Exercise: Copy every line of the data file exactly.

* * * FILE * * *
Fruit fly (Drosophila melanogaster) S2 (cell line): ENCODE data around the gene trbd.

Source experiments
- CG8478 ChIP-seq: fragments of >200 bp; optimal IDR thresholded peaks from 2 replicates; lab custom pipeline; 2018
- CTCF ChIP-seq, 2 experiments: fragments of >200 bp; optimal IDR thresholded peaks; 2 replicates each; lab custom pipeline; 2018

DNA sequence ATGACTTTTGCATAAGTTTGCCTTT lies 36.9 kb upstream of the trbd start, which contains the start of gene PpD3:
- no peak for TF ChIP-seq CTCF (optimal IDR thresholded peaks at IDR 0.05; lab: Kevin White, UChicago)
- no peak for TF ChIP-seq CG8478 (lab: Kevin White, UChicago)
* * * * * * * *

Fruit fly (Drosophila melanogaster) S2 (cell line): ENCODE data around the gene trbd.

Source experiments
- CG8478 ChIP-seq: fragments of >200 bp; optimal IDR thresholded peaks from 2 replicates; lab custom pipeline; 2018
- CTCF ChIP-seq, 2 experiments: fragments of >200 bp; optimal IDR thresholded peaks; 2 replicates each; lab custom pipeline; 2018

DNA sequence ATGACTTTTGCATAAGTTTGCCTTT lies 36.9 kb upstream of the trbd start, which contains the start of gene PpD3:
- no peak for TF ChIP-seq CTCF (optimal IDR thresholded peaks at IDR 0.05; lab: Kevin White, UChicago)
- no peak for TF ChIP-seq CG8478 (lab: Kevin White, UChicago)